Code of Canon Law, cc. 265-266, 294-297 (en)

John Paul II, Code of Canon Law, 25-I-1983, AAS 75 (1983) Pars II

(…)
BOOK II. THE PEOPLE OF GOD LIBER II. DE POPULO DEI
PART I. THE CHRISTIAN FAITHFUL
(…)
TITLE III. SACRED MINISTERS OR CLERICS
(…)
CHAPTER II.

THE ENROLLMENT, OR INCARDINATION, OF CLERICS

Can. 265 Every cleric must be incardinated either in a particular church or personal prelature, or in an institute of consecrated life or society endowed with this faculty, in such a way that unattached or transient clerics are not allowed at all.

Can. 266 §1. Through the reception of the diaconate, a person becomes a cleric and is incardinated in the particular church or personal prelature for whose service he has been advanced.

§2. Through the reception of the diaconate, a perpetually professed religious or a definitively incorporated member of a clerical society of apostolic life is incardinated as a cleric in the same institute or society unless, in the case of societies, the constitutions establish otherwise.

§3. Through the reception of the diaconate, a member of a secular institute is incardinated in the particular church for whose service he has been advanced unless he is incardinated in the institute itself by virtue of a grant of the Apostolic See.

(…)

TITLE IV.

PERSONAL PRELATURES

Can. 294 After the conferences of bishops involved have been heard, the Apostolic See can erect personal prelatures, which consist of presbyters and deacons of the secular clergy, to promote a suitable distribution of presbyters or to accomplish particular pastoral or missionary works for various regions or for different social groups.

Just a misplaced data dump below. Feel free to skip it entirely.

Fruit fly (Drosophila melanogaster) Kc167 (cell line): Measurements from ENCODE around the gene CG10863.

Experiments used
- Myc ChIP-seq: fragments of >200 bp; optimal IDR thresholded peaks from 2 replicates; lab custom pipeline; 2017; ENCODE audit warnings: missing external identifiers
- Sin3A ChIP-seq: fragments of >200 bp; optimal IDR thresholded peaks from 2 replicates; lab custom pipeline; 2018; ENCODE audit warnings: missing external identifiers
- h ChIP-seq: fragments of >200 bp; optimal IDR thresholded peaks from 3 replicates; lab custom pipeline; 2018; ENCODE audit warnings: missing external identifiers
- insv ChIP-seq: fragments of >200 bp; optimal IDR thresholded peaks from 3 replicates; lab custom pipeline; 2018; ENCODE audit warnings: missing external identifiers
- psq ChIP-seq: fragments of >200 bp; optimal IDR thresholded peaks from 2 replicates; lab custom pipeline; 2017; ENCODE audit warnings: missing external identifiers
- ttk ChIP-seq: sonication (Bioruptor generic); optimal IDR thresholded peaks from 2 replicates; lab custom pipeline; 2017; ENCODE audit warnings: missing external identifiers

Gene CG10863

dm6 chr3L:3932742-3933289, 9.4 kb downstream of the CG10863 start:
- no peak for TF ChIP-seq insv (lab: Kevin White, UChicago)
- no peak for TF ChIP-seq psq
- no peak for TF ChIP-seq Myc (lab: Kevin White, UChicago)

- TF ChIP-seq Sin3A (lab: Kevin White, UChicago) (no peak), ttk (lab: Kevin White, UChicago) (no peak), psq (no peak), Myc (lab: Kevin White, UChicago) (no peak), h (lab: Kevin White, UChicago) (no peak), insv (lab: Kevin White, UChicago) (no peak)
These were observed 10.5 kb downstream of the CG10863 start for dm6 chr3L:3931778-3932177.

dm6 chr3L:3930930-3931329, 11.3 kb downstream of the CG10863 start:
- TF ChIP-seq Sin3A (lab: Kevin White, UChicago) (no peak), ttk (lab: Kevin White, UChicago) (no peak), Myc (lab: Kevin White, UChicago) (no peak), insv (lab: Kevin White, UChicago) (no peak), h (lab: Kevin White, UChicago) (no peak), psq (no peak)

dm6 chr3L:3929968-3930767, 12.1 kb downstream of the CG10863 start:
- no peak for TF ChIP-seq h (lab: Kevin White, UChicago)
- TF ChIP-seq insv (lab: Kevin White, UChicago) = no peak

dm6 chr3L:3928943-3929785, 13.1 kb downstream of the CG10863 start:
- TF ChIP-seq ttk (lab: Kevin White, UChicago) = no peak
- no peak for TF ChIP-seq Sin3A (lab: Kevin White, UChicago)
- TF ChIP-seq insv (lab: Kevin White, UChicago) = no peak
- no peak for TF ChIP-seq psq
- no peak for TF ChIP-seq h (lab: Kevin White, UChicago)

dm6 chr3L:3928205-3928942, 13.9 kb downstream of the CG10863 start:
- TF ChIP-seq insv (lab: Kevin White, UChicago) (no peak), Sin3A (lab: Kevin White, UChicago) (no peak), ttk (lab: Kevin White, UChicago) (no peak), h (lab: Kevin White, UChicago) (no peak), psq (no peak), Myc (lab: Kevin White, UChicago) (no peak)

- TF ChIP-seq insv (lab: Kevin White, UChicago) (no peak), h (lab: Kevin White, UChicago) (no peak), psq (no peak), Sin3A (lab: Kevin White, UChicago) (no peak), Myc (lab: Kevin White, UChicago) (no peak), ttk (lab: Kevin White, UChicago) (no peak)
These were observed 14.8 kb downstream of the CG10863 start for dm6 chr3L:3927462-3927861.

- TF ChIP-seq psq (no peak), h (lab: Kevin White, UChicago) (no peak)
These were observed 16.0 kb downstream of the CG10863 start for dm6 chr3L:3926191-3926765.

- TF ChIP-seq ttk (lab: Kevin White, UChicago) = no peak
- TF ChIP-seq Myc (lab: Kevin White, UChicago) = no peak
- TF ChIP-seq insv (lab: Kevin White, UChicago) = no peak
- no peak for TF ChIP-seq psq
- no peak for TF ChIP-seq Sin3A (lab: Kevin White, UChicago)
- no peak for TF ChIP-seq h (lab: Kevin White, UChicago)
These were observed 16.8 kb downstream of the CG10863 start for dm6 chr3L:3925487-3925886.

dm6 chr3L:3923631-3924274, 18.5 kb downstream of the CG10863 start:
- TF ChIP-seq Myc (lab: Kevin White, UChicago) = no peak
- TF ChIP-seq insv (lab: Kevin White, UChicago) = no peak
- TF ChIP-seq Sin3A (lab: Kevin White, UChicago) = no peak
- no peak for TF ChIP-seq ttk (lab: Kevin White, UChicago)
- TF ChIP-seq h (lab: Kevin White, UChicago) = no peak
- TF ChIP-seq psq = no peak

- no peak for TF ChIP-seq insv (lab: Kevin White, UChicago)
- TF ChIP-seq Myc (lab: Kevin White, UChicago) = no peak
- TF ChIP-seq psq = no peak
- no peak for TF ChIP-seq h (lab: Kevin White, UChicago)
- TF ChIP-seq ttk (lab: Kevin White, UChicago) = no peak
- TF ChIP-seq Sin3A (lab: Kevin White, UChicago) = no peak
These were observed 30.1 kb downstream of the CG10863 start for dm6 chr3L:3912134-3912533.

Can. 295 §1. The statutes established by the Apostolic See govern a personal prelature, and a prelate presides offer it as the proper ordinary; he has the right to erect a national or international seminary and even to incardinate students and promote them to orders under title of service to the prelature.

§2. The prelate must see to both the spiritual formation and decent support of those whom he has promoted under the above-mentioned title.

Can. 296 Lay persons can dedicate themselves to the apostolic works of a personal prelature by agreements entered into with the prelature. The statutes, however, are to determine suitably the manner of this organic cooperation and the principal duties and rights connected to it.

Can. 297 The statutes likewise are to define the relations of the personal prelature with the local ordinaries in whose particular churches the prelature itself exercises or desires to exercise its pastoral or missionary works, with the previous consent of the diocesan bishop.
(…)

Full Text:
http://www.vatican.va/archive/ENG1104/_INDEX.HTM